One could instead choose to implement persistence by storing each class in a database in a single file. Given a file based version control system, we would be limited to a single user per class. This might work well, but it depends greatly on the application at hand. One might argue that this is a good tradeoff, especially if developers are performing data schema modifications and need to do batch conversions. On the other hand, what about level designers who need to be able to edit different instances of a mission object in parallell?

It follow naturally then that one could implement persistence by storing each instance of each class in a database in it's own file. One file per instance. For the most part, these files would be quite small, and would work quite well with a traditional file based version control system, allowing for a very fine level of check-out granularity (per object). Depending on the file system used, there may be negative aspects to great numbers of very small files.

As can be seen, there are many tradeoffs associated with each approach. For these reasons, it is probably a good idea to decouple the actual details of how persistence is physically acheived from the general persistence baseclasses, so that a choice can be made on a per-project level. This way, one could have any number of concrete physical persistence implementations, including 1 file per database, 1 file per class, 1 file per instance, or perhaps even a version that stores data in a relational database (as mentioned before, classes map very well to tables, and instances to rows in these tables...)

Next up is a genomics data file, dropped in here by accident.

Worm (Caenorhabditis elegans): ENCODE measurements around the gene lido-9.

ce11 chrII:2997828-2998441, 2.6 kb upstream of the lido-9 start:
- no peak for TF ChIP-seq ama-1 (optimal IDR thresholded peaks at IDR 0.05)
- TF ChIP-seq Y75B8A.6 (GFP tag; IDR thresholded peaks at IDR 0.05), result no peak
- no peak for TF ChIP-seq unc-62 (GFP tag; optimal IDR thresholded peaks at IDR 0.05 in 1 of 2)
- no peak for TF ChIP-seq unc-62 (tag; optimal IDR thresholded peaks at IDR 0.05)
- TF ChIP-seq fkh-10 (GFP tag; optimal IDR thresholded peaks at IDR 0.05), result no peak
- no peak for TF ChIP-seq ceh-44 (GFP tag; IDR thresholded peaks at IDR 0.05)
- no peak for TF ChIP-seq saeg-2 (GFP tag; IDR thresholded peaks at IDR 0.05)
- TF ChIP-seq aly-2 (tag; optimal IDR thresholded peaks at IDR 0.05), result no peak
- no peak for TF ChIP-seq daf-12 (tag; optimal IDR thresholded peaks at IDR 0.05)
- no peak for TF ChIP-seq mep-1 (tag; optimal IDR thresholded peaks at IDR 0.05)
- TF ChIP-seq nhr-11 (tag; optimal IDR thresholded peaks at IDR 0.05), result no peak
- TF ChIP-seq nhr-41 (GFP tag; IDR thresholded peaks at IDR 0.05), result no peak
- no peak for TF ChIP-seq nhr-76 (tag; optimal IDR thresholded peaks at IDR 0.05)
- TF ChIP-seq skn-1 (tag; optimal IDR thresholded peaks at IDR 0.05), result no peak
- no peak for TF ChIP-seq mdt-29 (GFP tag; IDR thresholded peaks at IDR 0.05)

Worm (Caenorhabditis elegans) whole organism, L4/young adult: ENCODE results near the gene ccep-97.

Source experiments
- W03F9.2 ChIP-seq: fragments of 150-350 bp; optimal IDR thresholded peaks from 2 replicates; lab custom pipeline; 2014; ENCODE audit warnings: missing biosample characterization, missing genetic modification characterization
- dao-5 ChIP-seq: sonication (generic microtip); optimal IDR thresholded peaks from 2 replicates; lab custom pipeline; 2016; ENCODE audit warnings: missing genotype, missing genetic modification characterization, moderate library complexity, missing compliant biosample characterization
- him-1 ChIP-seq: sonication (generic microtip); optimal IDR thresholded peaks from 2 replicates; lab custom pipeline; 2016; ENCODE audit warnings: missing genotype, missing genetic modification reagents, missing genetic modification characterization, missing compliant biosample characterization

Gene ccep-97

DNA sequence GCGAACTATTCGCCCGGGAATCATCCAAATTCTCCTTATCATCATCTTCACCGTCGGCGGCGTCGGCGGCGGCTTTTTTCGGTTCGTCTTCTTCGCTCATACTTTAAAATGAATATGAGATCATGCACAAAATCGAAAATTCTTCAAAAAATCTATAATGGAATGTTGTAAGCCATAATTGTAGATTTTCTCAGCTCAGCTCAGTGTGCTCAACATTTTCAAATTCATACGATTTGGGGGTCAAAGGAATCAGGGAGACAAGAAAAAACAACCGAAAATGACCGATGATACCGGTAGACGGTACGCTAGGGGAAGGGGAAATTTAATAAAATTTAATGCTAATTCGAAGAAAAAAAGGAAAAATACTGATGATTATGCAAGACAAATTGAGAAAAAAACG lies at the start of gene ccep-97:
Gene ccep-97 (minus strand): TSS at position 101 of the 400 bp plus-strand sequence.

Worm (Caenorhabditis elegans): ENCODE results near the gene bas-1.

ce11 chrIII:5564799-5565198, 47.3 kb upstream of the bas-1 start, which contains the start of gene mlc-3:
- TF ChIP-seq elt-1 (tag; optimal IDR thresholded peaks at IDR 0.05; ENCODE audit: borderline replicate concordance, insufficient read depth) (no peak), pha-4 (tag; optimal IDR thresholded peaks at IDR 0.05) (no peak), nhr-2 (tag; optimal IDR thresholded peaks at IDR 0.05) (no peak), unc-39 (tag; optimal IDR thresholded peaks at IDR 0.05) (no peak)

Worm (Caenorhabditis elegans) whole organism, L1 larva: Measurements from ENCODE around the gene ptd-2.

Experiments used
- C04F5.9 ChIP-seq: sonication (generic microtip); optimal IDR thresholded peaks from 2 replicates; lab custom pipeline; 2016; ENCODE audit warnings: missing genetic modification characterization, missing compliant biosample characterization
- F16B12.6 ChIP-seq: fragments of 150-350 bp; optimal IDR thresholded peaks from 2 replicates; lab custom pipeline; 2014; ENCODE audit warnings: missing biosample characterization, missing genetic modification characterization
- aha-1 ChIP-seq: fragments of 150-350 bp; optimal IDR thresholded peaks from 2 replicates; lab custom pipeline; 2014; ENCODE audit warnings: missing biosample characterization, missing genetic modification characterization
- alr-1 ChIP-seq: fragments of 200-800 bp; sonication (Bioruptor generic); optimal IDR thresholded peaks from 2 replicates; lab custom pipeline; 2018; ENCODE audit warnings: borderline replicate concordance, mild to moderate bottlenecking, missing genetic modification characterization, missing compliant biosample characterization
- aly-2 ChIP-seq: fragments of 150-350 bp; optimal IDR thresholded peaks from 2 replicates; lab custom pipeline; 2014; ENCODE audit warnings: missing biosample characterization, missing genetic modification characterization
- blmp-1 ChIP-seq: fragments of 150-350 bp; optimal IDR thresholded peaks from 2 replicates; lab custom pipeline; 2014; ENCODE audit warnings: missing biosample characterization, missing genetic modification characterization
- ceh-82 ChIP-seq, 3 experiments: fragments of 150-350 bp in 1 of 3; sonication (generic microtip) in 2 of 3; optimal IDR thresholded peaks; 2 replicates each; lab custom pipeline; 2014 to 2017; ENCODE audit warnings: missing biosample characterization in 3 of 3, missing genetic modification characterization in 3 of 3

With physical persistence decoupled, it would be possible to have the development team work on a "multi-user friendly" version of physical persistence, and when it comes time to distribute a release, then a single file version could be used instead, possibly even including encryption and / or compression. This is very similar to the reasoning behind MF_File / SDF.

Considering again using a relational database is the physical persistence implementation, the granularity of change would actually be even finer than instance level; it would be at member variable level. Depending on the team size and how / when data is changed, perhaps a classical relational database approach would work fine, even without version control in place. This may or may not be feasible, all depending on how often changes are loaded from (LoadMembers()) and commited back to (SaveMembers()) actual physical storage. Again, very project specific.

If very fine access granularity is required, and it is found that loading from and commiting to persistent storage is infrequent, then some kind of built-in version control functionality is required. The persistence baseclass would need to expose some kind of CheckOut() and CheckIn() interfaces, and the persistence backend would most definitely need to have actual physical persistence decoupled from the general interface, to allow the user to check out instances / members and keep them checked out across application executions. Some kind of local persistence would be required to support such extended check outs, as well is to support rollbacks. Added to this are the questions of user accounts, access rights, and everything else associated to version control.


None of these concepts are new, but fall inside the domain of object-relational mapping research. Many soft packages within the realm of the Java Enterprise platform use similar approaches (Hibernate, Java Persistence API), and map database tables to classes. However, it is clear that automated persistence of this kind at a "language extension" level, and also not necessarily bound directly to relational databases, would be most useful.